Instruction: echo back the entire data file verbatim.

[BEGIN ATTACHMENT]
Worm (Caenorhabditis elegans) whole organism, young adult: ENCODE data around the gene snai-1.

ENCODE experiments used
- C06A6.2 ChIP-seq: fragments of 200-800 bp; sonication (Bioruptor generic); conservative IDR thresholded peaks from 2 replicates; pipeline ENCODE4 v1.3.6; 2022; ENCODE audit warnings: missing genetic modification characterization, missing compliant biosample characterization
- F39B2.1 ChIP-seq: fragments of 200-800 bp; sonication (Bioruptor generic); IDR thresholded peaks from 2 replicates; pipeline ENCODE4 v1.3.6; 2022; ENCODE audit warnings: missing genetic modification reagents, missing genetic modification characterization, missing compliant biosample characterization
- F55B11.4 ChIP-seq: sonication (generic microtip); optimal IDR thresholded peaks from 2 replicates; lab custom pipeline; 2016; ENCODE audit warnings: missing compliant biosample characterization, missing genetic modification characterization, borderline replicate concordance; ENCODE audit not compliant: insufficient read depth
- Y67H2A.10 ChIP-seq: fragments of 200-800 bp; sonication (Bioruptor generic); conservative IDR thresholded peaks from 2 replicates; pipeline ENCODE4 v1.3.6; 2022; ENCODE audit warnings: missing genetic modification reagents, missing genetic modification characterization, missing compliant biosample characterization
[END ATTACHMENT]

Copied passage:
Worm (Caenorhabditis elegans) whole organism, young adult: ENCODE data around the gene snai-1.

ENCODE experiments used
- C06A6.2 ChIP-seq: fragments of 200-800 bp; sonication (Bioruptor generic); conservative IDR thresholded peaks from 2 replicates; pipeline ENCODE4 v1.3.6; 2022; ENCODE audit warnings: missing genetic modification characterization, missing compliant biosample characterization
- F39B2.1 ChIP-seq: fragments of 200-800 bp; sonication (Bioruptor generic); IDR thresholded peaks from 2 replicates; pipeline ENCODE4 v1.3.6; 2022; ENCODE audit warnings: missing genetic modification reagents, missing genetic modification characterization, missing compliant biosample characterization
- F55B11.4 ChIP-seq: sonication (generic microtip); optimal IDR thresholded peaks from 2 replicates; lab custom pipeline; 2016; ENCODE audit warnings: missing compliant biosample characterization, missing genetic modification characterization, borderline replicate concordance; ENCODE audit not compliant: insufficient read depth
- Y67H2A.10 ChIP-seq: fragments of 200-800 bp; sonication (Bioruptor generic); conservative IDR thresholded peaks from 2 replicates; pipeline ENCODE4 v1.3.6; 2022; ENCODE audit warnings: missing genetic modification reagents, missing genetic modification characterization, missing compliant biosample characterization